Brands fill the Italy-sized World Cup hole

—Though the Azzurri failed to qualify for the world’s biggest soccer tournament, some brands figured out how to make Limoncello out of those sour lemons, says Craig Redmond—

I was having brunch with a buddy in Toronto’s littler Little Italy on St. Clair West when the restaurant windows began to quiver.

We looked outside and could not believe our eyes, as we watched a throng of thousands pouring onto the streets with red, white, and green flags, all howling with joy. It was July 9, 2006. The last time Italy won the World Cup.

That day, everyone was from Italy. There were Canadian Italians, African Italians, Chinese Italians, and every Italian in between. That’s why we just decided to emotionally emigrate along with everyone else there in Corso Italia. Besides, there was no way we were getting our cars out of the café parking lot anyway. And so, “Viva Italia! Viva Italia!” we happily joined the chorus.

Now, 16 years later, two consecutive conspicuous absences from the beautiful game’s big show have left all those adoptees here at home, not to mention millions more Azzurri fans around the world, feeling a woefully darker shade of blue.

It’s left a gaping hole in the legendary lore of world football. Not to mention confounding a whole bunch of marketers left scratching their heads, and wondering what to do amidst this strangest of emotional voids.

But then, of course, there were an intrepid few who decided to make some Limoncello out of the sour lemons life had given them.

Cases in point:

The last place I expected to learn something about Italian football fanaticism was while watching 60 Minutes. But sure enough, on came the story of the Panini brothers, who invented a player collectables craze named after them.

It began when they printed off photo stickers of all the players in the 1970 World Cup that fans could buy, trade, and collect in a binder—just like our own hockey cards here at home. This thing, however, grew into a global phenomenon and has become an obsession for generations of World Cup nutters ever since.

Without Italy in these past two World Cups, however, those Panini stickers have begun to lose a little of their adhesive magic.

Which is why an Italian family heritage brand out of Argentina decided to borrow a page from that old homeland pastime and start a cold cuts collectable album of their own to fill paninis of an entirely different kind. (In Spanish, but in no need of translation.)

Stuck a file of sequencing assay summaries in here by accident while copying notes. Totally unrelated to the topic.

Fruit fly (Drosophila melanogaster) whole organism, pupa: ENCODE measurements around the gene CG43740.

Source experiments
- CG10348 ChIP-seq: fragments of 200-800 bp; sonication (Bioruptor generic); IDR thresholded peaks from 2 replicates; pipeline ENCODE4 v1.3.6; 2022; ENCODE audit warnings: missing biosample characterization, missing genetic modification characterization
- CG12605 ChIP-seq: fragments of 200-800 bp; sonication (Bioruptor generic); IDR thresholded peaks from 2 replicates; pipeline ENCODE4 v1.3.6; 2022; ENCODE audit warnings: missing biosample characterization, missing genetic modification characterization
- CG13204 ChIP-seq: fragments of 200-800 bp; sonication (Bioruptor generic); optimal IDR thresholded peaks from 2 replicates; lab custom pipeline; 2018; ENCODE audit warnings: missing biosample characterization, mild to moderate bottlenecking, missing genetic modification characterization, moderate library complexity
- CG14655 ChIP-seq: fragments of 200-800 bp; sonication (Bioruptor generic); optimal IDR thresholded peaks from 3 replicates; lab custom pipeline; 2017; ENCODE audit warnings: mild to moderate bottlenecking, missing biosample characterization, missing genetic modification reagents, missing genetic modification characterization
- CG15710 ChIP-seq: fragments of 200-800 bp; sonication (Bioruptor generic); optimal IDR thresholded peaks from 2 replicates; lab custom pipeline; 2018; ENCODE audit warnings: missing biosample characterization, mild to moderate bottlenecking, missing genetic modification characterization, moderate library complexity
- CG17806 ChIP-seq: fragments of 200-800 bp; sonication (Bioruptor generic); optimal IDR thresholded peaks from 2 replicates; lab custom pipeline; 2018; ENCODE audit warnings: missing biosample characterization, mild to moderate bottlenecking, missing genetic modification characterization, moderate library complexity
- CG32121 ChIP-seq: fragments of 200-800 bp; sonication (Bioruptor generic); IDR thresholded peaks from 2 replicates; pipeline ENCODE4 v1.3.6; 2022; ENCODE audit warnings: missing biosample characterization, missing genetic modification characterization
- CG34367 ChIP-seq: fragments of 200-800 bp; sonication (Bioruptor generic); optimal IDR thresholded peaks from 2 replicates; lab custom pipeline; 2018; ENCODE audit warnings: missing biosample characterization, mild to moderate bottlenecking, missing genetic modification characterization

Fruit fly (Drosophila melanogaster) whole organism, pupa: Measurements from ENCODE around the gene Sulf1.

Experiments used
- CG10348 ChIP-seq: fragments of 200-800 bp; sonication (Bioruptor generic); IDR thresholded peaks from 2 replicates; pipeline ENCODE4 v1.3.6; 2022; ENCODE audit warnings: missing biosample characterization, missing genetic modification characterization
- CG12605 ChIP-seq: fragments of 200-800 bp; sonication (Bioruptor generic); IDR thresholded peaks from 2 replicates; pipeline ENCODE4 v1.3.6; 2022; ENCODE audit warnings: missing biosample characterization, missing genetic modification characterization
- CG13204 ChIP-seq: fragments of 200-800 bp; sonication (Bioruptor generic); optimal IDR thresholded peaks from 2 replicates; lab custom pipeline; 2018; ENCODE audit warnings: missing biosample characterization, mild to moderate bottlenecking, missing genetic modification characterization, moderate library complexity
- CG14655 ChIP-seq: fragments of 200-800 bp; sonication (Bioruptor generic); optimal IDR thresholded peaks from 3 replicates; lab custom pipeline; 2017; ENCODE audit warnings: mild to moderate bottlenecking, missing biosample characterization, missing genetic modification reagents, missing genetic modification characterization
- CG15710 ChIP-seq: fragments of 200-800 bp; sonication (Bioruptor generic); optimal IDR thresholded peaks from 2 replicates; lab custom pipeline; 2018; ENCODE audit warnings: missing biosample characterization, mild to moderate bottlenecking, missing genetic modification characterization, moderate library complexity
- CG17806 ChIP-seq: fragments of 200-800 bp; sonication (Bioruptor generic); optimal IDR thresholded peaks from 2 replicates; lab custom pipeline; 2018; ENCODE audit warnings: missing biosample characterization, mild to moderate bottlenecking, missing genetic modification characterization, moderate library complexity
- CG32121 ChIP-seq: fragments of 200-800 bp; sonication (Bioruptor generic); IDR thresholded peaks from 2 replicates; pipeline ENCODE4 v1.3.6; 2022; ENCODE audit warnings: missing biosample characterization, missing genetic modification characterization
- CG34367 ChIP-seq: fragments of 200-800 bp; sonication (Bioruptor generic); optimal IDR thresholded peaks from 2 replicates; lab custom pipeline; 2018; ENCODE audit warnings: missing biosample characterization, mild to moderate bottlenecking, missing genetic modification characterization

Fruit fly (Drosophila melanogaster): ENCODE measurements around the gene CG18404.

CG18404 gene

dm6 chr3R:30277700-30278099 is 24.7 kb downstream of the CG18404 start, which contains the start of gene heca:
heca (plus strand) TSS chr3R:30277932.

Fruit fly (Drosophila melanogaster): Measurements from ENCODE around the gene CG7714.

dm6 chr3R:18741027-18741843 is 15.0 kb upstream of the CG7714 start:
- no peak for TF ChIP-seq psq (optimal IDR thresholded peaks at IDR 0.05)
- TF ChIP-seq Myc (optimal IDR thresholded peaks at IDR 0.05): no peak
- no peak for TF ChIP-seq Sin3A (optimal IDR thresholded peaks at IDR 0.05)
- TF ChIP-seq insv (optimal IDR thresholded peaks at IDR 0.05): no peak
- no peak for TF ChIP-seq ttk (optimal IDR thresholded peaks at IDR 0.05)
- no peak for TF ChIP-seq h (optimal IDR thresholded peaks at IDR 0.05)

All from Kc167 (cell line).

Paladini Meats:

A wee bit further North, in equally football-mad Mexico, you’ll find a chilli Ketchup called Curtis Brothers. And because their spicy condiment is made with 100% Italian tomatoes, the Latin brand chose to offer up this pretty funny incentive to their Italian brothers and sisters as an olive… er… tomato branch.

Curtis Brothers Ketchup:

Finally, from Italy itself comes a conciliatory consolation call to action that transported me right back to those red, white, and green painted memories from St. Clair West five World Cups ago.

Italian potato chip brand Fonzies staged a faux press conference asking Italians here and everywhere to take their bottled up passion, repressed with Italy’s World Cup absenteeism, and channel it into support for Canada.

A fitting choice since our own football phenom—if you didn’t already know—is named Alphonso Davies. Or “Fonzie” for short.

Fonzies Potato Chips:

Turns out that Davies, whether he was inspired by Fonzies’ backing or not, scored Canada’s first ever goal in World Cup history. And what an intoxicatingly thrilling moment it was. But then, alas, their opponent soon scored. And again. And again. And again. With those four goals, Croatia crushed our classic Canadian underdog hopes.

And what an equally gutting feeling it was.

Which quickly reminded me of how all our Italian friends here and abroad must have been feeling, not seeing their own beloved blue and white taking the pitch in Qatar at all.

Allora… Mi dispiacei per tutte.

Here’s to 2024!

Craig Redmond is creative director at TANK Worldwide in Toronto.

Craig Redmond